Warning: “The Last Jedi” spoilers below
One of the things I loved most about “The Last Jedi” was that Poe Dameron’s scheme to save the day doesn’t work. At the beginning of the movie, Poe, the ace X-wing pilot who radiates Han Solo-esque arrogance, thinks he is always right. And his efforts (including disobeying a direct order from Leia) to destroy an enemy ship work out in the opening scene — but at the cost of many lives. Which is why Leia, gloriously, demotes him.
When he is later dissatisfied with command’s decision to run from the First Order and conducts a mutiny so Finn and Rose can sneak onto Kylo Ren’s ship in the attempt to deactivate the Order’s tracking system, I was sure his plan was going to succeed. His disobedience and obstinance would be rewarded and everyone would thank him later for being such a scoundrel.
But instead, his plan fails.
In fact, by disobeying the directive of his superiors, he puts all the survivors at risk and botches an escape plan that would have worked if he had trusted someone other than himself.
I love this series of events because it reminds me that my heroes are human, too. Their success doesn’t hinge on never failing; it’s about what they do after they fail.
Poe realizes his mistake — his selfish perspective that put lives recklessly on the line — and his attitude shifts. He pulls back from a futile fight later in the movie, marking his change of heart and the wisdom he’s learned.
This willingness to learn in humility reminds me of the proverb: “Like a dog that returns to its vomit is a fool who reverts to his folly. Do you see persons wise in their own eyes? There is more hope for fools than for them” (Proverbs 26:11-12). These verses refer to the problem of pride, which encourages making the same mistake over and over again. It’s totally and frustratingly illogical, but I repeat mistakes all the time, especially in relationships. I revert to passive aggressiveness when I’m hurt, I avoid confrontation when I know it’s healthy to discuss the problem, I refuse to trust God when I know He’s in control — and the list goes on.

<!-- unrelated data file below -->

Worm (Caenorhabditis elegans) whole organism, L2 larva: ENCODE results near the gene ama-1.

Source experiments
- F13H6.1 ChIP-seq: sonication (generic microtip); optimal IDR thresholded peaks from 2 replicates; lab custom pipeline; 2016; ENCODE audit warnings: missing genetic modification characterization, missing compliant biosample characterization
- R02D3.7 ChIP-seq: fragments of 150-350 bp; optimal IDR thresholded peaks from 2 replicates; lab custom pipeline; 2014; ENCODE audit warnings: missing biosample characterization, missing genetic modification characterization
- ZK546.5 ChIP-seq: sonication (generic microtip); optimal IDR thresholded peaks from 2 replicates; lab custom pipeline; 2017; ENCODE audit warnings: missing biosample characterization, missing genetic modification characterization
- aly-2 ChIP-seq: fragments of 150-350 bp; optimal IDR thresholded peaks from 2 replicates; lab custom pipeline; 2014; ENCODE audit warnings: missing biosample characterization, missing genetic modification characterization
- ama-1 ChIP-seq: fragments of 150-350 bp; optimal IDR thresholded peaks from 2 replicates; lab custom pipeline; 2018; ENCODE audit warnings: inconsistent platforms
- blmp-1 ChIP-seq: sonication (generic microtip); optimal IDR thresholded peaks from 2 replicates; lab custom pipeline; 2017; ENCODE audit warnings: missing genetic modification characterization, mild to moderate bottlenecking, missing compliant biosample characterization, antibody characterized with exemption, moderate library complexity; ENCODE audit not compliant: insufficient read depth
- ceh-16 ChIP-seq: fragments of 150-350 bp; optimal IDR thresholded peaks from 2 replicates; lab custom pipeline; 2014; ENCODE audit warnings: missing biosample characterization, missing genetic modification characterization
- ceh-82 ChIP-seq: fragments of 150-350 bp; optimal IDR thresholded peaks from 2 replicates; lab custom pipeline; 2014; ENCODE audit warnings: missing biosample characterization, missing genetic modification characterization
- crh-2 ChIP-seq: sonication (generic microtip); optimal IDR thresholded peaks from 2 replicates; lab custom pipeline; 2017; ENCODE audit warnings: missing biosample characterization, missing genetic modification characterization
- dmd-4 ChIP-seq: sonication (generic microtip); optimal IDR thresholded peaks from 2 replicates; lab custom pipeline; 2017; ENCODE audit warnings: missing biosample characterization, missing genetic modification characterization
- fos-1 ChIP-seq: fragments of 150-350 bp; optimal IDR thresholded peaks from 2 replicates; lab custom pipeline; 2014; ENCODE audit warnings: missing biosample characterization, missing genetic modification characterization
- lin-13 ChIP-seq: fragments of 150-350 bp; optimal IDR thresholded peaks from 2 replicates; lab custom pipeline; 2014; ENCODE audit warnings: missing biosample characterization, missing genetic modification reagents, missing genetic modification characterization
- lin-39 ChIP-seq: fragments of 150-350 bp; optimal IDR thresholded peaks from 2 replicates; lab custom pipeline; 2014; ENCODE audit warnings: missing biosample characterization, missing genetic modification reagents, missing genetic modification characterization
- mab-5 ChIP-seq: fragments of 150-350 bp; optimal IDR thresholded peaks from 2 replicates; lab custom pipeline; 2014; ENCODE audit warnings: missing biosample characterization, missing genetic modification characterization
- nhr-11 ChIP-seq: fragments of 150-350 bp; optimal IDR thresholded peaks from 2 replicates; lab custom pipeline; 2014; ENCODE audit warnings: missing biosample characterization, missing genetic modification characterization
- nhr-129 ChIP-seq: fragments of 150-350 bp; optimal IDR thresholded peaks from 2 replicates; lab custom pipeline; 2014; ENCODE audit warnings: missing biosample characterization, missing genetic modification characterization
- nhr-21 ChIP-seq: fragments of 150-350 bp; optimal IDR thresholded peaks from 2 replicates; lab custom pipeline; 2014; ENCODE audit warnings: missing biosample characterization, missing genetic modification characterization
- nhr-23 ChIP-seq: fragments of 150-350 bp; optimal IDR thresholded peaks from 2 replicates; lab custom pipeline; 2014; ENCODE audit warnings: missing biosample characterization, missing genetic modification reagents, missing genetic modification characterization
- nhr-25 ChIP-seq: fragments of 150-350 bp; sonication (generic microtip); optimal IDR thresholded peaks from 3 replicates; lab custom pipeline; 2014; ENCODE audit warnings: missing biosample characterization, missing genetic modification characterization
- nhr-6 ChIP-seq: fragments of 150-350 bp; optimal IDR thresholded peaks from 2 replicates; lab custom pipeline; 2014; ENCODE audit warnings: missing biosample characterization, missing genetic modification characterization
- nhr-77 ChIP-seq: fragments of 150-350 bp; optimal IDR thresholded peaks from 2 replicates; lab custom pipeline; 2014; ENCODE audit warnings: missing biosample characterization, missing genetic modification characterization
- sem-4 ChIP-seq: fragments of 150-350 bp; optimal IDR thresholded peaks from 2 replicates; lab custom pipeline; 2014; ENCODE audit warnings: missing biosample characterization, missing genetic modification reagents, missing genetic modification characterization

The Bible is also packed with stories of people who fail — Moses strikes a rock in anger, David commits adultery, Peter denies he knows Jesus, Saul stands by as Christians are martyred. And yet these are also men we’ve acclaimed for their great acts of faith. Their failures remind us to learn from our mistakes, to not get bogged down after we’ve done something wrong. Even if we get demoted for them, we don’t stop learning and moving forward.
Because I’m a perfectionist, I tend to punish myself when I fail. I like being right. I like the affirmation from other people when I succeed and the contentment I feel when I make wise decisions. I don’t like the guilt, anger or shame I feel when I mess up — especially if I’ve hurt someone else in the process. I don’t like admitting I’m wrong and asking for forgiveness, because that requires vulnerability. It would be easier to stubbornly move forward without learning, without addressing my shortcomings.
And yet confronting those failures and apologizing to those I’ve hurt along the way keeps my pride in check and makes me a wiser person. By accepting my own humanity, I’m better equipped to accept the humanity of others.
C.S. Lewis writes, “Failures, repeated failures, are finger posts on the road to achievement. One fails forward toward success.” I like this idea of failing forward. Our failures don’t set us back, they push us to greater things.
If your 2017 was full of catastrophes, consider not the failures themselves, but how you’ve responded to them and how they’ve contributed to your humility and reliance on Christ. Perhaps they have helped you consider others amidst your crazy schemes, much like Poe Dameron does. Perhaps they’ve simply drained you and you need to recharge with hope for a new season. Perhaps they’ve forced you to work through feelings of guilt and shame, or to redefine what it means to be a believer.
How have you failed forward this past year?